An article in the current issue of Wired discussing a new product from Dow Jones called Lexicon offers up this irresistible line:

"But many of the professional investors subscribing to Lexicon aren't human -- they're algorithms."

Okay, algorithms don't actually call and order up fresh, hot data for delivery like pizza ... but the people in charge of those algorithms do, and that's the real point.

Let me step back and explain Lexicon. It's an XML feed of breaking news stories with an intriguing twist: Lexicon pre-processes each news stories to add fielded sentiment analysis to each story, which is expressed quantitatively. In other words, the tone of the article is reduced to a number. That means that the customers of Lexicon -- institutional traders for the most part -- can more easily feed news content into their computerized models that are used to drive stock trading. Imagine, for example, a story about copper prices with a strongly negative numeric value associated with it.  Traders feed that into their software, which is likely looking at real-time copper prices and who knows what else, and formulate a computer-based buy/sell decision.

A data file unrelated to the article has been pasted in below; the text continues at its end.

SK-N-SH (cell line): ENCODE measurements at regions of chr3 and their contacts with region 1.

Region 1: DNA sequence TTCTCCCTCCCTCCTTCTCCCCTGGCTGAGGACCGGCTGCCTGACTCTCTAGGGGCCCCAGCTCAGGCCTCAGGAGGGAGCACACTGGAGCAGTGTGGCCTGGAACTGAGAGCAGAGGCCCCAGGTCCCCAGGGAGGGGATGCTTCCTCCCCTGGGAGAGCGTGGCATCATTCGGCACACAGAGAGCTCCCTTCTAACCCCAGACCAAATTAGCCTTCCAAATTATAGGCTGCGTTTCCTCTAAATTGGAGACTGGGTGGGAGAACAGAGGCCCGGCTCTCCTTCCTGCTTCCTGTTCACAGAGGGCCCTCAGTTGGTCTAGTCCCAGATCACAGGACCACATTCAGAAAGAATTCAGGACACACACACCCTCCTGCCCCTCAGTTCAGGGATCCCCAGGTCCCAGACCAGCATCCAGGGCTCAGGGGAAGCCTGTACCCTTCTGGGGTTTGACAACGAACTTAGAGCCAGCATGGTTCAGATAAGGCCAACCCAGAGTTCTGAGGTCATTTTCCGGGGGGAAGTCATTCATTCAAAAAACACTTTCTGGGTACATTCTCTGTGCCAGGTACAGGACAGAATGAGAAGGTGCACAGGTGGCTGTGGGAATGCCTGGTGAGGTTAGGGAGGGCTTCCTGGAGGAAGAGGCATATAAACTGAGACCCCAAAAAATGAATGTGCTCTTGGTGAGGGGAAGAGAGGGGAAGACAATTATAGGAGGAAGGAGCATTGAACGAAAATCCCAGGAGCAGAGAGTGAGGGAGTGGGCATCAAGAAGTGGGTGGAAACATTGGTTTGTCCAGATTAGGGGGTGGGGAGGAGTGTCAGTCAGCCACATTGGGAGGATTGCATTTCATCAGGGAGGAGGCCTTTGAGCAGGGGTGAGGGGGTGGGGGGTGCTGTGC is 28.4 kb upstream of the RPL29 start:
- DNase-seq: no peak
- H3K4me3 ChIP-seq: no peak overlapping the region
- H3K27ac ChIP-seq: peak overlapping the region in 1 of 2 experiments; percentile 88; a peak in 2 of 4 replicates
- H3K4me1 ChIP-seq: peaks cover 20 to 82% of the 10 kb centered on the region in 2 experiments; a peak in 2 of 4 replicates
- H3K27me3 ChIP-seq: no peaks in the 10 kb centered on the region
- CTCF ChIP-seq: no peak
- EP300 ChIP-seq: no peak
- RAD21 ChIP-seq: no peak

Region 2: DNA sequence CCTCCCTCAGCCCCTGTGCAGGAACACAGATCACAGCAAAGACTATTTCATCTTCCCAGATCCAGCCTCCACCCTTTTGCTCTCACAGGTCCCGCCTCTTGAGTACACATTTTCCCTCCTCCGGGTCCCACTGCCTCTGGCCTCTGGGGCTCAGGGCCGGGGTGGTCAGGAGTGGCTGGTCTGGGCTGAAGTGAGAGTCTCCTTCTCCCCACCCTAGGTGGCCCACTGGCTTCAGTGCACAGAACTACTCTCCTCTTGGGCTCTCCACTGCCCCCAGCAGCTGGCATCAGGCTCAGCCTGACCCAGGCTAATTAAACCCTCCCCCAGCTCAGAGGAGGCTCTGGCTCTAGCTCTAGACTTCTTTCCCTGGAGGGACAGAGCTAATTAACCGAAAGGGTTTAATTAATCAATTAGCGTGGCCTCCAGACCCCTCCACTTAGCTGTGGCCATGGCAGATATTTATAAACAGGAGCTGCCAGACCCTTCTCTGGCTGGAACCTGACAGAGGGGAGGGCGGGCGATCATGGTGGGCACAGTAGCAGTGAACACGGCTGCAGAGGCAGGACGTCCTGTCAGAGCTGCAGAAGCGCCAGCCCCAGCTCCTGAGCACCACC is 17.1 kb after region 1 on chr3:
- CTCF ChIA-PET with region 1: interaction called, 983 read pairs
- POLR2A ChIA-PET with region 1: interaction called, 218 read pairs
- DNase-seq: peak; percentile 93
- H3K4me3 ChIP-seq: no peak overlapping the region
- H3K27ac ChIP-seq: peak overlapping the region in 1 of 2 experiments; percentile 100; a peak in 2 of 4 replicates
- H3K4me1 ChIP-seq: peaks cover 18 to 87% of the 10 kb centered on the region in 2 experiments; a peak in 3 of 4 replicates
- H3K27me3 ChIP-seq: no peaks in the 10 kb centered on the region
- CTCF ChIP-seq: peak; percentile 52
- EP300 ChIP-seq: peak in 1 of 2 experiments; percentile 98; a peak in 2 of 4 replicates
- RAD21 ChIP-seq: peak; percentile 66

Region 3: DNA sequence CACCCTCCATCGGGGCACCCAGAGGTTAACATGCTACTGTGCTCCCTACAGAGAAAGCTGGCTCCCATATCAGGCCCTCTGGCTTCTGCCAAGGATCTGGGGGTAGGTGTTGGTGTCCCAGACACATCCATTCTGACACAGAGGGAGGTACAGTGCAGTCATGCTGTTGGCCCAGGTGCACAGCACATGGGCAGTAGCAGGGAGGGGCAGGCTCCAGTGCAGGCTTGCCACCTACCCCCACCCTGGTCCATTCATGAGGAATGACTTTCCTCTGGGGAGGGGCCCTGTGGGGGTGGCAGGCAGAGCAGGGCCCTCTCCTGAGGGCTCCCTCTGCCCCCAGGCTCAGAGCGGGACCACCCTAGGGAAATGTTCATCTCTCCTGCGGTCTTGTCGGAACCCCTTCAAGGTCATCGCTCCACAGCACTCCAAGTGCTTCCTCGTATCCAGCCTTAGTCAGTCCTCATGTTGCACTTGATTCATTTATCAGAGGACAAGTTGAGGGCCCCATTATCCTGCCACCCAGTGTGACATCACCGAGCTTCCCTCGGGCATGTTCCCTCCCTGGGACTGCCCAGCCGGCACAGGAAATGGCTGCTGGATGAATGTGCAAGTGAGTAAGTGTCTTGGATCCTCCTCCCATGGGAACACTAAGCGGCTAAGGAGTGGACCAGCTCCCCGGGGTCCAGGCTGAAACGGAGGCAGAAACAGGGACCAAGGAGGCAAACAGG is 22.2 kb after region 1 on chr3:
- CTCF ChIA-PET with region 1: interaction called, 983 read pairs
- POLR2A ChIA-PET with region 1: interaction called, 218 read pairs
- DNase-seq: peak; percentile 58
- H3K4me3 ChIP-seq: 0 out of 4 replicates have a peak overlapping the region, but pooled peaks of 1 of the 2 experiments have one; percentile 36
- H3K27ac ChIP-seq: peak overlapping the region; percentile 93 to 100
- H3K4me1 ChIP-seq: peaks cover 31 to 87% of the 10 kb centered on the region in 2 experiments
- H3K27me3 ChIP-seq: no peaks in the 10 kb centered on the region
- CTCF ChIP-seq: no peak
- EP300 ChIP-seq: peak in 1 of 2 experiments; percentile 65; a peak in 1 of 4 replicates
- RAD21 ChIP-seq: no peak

There are two elements to this product that really get me excited. First, we have a perfect example of how publishers, by pre-processing data to impute, infer or summarize, can add tremendous value to their content. Second, we have a wonderful example of the blurring lines between content formats. News and data used to live in distinct worlds, and Lexicon illustrates how they are coming together, by analyzing the news and assigning a structured numerical summation to it. As importantly, Lexicon makes the news more amenable to machine processing, and that's at the heart of the value proposition for data products.

Lexicon stands as a great illustration of the increasingly rapid evolution of data-text integration, an InfoCommerce Group "mega-trend" we've been advancing since 2001 (better a little early than a little late!).